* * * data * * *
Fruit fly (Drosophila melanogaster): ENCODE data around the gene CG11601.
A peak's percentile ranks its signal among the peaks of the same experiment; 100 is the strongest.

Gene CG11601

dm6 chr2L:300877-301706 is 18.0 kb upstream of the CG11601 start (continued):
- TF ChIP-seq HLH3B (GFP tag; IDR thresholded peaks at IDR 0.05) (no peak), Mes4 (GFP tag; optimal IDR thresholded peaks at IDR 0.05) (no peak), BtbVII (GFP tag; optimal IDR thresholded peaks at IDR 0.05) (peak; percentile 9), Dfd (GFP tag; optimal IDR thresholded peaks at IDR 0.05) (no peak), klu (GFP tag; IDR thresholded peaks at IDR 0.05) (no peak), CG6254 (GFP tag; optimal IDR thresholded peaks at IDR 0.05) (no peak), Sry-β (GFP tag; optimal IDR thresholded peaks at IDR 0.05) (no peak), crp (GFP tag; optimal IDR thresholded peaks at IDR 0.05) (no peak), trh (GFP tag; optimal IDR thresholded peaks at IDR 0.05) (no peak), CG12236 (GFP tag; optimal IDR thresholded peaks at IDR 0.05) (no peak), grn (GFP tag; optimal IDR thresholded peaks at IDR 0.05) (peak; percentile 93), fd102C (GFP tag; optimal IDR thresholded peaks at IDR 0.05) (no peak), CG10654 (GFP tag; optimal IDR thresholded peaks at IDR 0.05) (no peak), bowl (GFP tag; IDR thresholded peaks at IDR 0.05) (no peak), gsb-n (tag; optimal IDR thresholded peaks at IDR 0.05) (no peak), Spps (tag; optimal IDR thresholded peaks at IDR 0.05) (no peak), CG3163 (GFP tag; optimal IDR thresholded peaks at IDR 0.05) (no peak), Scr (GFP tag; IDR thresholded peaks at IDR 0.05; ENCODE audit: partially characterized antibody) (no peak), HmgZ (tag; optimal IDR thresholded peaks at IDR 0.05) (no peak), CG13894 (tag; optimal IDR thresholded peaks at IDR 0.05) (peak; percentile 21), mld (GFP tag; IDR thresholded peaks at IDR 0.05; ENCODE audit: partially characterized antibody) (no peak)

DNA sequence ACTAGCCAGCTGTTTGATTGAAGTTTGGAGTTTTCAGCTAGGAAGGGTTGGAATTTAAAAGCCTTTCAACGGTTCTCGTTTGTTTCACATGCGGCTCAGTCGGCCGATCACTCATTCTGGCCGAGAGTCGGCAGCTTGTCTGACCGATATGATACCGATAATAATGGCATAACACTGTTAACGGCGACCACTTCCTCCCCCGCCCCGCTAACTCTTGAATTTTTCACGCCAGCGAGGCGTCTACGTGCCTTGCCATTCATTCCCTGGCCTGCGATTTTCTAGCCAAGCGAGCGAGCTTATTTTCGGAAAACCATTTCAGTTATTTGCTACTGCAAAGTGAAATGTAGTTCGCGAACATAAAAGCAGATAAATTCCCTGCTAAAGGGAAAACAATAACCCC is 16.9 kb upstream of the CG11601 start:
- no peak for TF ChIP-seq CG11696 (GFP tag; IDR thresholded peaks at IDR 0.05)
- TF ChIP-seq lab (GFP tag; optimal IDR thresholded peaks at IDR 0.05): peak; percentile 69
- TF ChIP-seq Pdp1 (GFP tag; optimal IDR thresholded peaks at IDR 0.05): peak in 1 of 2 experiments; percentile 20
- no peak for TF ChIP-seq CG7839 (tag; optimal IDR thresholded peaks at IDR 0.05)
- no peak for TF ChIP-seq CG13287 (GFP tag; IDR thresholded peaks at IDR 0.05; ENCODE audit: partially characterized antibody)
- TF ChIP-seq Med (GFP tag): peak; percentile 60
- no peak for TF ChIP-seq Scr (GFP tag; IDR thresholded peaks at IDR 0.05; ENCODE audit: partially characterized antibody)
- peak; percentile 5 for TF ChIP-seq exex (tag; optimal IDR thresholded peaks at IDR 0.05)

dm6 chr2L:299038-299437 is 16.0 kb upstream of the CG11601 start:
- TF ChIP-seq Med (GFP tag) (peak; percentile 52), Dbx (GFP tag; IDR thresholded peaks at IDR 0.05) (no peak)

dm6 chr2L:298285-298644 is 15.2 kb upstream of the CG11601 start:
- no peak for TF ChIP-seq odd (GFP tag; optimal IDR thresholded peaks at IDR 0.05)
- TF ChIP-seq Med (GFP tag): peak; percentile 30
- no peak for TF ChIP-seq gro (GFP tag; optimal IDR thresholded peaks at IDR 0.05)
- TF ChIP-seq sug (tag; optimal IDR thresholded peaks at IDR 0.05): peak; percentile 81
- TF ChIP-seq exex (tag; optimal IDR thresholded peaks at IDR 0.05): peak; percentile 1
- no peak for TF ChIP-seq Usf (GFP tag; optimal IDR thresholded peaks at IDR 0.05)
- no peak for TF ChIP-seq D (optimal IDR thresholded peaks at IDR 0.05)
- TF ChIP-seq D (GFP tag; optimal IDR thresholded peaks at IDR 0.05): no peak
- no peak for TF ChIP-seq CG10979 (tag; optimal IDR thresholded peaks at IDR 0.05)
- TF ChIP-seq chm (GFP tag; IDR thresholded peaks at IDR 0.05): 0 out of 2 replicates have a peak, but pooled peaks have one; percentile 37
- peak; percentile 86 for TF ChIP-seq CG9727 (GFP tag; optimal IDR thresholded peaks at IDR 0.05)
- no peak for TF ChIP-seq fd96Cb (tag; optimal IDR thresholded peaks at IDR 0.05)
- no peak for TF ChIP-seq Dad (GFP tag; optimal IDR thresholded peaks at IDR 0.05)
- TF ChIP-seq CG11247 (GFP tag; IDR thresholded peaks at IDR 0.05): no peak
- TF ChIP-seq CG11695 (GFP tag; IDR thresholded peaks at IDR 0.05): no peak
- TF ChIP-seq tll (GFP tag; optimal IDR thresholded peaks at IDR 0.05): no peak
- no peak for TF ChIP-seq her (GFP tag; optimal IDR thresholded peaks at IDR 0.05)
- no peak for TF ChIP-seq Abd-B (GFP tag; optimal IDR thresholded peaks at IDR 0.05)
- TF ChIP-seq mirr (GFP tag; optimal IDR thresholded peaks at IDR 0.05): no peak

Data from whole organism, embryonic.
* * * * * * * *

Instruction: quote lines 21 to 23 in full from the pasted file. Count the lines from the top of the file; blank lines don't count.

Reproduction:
- TF ChIP-seq sug (tag; optimal IDR thresholded peaks at IDR 0.05): peak; percentile 81
- TF ChIP-seq exex (tag; optimal IDR thresholded peaks at IDR 0.05): peak; percentile 1
- no peak for TF ChIP-seq Usf (GFP tag; optimal IDR thresholded peaks at IDR 0.05)